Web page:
Last week, we talked about the deadline that businesses have for sending out W-2 forms to employees (Jan 31). At that time, I suggested that, if you had not received your W-2 yet, to just sit tight and give it through the weekend.
But, today is Monday. The Super Bowl is over. The work week is beginning. And, we’ve all got holiday bills, broken-down cars, and other difficulties to take care of. A Federal tax refund check would be pretty handy right now.
What if your employer has not sent your W-2? What do you do?
What if they sent it, but to the wrong address?
How long do you wait before doing anything at all? When do you call the IRS? And where do you call?
Here are a few quick answers that I hope can at least give you an idea about where to start. I’ve taken these answers straight from the horse’s mouth at IRS.gov. I highly suggest you make that site your first stop for any questions about filing, any forms, etc. It is actually very well-laid-out and helpful. And, it beats trying to call the IRS hotline by a long shot, especially this time of year.
Please note the February 14 date in Step 2 below. Before that date, only call the IRS if you know that your employer is not going to have your W-2s sent. Before that date, the IRS will simply tell you to wait.
Employers have until January 31, 2011 to send you a 2010 Form W-2 earnings statement.
If you haven’t received your W-2, follow these four steps:
1. Contact your employer If you have not received your W-2, contact your employer to inquire if and when the W-2 was mailed. If it was mailed, it may have been returned to the employer because of an incorrect or incomplete address. After contacting the employer, allow a reasonable amount of time for them to resend or to issue the W-2.
2. Contact the IRS If you do not receive your W-2 by February 14th, contact the IRS for assistance at 800-829-1040. When you call, you must provide your name, address, city and state, including zip code, Social Security number, phone number and have the following information:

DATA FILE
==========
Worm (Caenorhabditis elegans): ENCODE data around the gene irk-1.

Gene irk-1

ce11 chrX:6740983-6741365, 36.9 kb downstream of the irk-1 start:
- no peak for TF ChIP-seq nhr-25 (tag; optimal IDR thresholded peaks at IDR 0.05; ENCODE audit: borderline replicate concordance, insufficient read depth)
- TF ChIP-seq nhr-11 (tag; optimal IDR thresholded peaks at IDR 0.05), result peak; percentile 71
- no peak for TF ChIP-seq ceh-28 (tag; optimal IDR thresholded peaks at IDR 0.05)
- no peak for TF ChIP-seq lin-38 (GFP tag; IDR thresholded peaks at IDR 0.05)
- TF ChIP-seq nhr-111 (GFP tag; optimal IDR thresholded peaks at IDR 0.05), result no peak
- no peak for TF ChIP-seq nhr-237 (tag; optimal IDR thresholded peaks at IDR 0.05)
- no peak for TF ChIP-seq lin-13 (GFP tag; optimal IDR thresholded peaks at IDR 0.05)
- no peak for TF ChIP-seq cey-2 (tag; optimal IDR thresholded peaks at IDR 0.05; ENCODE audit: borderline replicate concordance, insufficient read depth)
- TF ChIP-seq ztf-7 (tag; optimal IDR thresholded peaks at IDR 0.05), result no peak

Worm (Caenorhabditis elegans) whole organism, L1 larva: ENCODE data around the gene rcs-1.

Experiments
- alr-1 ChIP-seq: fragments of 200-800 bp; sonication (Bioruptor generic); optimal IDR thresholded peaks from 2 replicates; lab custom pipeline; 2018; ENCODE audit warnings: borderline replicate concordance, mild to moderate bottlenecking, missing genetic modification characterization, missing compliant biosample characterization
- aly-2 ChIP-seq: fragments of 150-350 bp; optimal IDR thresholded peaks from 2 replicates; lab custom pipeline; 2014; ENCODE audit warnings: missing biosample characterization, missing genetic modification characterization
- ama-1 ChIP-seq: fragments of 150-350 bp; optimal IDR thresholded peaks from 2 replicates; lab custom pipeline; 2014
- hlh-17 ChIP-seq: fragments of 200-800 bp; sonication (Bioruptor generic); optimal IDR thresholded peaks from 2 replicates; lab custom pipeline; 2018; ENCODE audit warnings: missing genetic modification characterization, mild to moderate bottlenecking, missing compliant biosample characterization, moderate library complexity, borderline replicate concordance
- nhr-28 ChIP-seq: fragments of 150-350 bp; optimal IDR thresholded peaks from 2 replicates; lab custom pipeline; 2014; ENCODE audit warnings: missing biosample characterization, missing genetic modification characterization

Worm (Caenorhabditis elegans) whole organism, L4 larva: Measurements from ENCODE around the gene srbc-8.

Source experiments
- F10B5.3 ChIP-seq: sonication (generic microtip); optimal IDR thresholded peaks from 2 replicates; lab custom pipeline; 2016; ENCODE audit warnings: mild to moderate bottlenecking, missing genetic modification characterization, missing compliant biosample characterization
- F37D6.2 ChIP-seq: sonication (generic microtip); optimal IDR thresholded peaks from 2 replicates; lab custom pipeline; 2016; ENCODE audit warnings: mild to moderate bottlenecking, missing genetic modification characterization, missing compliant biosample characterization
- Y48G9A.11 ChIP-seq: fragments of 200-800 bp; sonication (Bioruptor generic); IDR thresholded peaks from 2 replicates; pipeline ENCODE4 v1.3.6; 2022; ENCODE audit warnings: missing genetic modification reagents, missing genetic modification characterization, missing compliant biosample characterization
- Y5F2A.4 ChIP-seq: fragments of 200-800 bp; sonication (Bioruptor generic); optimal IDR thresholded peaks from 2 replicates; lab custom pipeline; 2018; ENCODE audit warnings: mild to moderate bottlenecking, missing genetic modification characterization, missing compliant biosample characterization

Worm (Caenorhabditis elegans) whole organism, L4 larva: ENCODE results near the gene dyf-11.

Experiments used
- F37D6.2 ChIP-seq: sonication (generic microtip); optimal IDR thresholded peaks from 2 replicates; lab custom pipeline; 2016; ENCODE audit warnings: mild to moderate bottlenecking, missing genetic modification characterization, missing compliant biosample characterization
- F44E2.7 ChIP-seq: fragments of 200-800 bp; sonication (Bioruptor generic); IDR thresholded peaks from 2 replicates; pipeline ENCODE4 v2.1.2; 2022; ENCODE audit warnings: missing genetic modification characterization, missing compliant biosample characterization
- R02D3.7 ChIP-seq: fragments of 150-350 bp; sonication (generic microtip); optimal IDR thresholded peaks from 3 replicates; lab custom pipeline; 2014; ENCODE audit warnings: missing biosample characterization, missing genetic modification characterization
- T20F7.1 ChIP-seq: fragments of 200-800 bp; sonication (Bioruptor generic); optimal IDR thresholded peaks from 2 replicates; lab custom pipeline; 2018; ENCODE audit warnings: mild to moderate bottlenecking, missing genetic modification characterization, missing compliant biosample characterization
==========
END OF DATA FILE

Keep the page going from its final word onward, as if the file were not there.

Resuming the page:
• Employer’s name, address, city and state, including zip code and phone number
• Dates of employment
• An estimate of the wages you earned, the federal income tax withheld, and when you worked for that employer during 2010. The estimate should be based on year-to-date information from your final pay stub or leave-and-earnings statement, if possible.
3. File your return You still must file your tax return or request an extension to file April 18, 2011, even if you do not receive your Form W-2. If you have not received your Form W-2 by the due date, and have completed steps 1 and 2, you may use Form 4852, Substitute for Form W-2, Wage and Tax Statement. Attach Form 4852 to the return, estimating income and withholding taxes as accurately as possible. There may be a delay in any refund due while the information is verified.
4. File a Form 1040X On occasion, you may receive your missing W-2 after you filed your return using Form 4852, and the information may be different from what you reported on your return. If this happens, you must amend your return by filing a Form 1040X, Amended U.S. Individual Income Tax Return.
Form 4852, Form 1040X, and instructions are available at http://www.irs.gov or by calling 800-TAX-FORM (800-829-3676).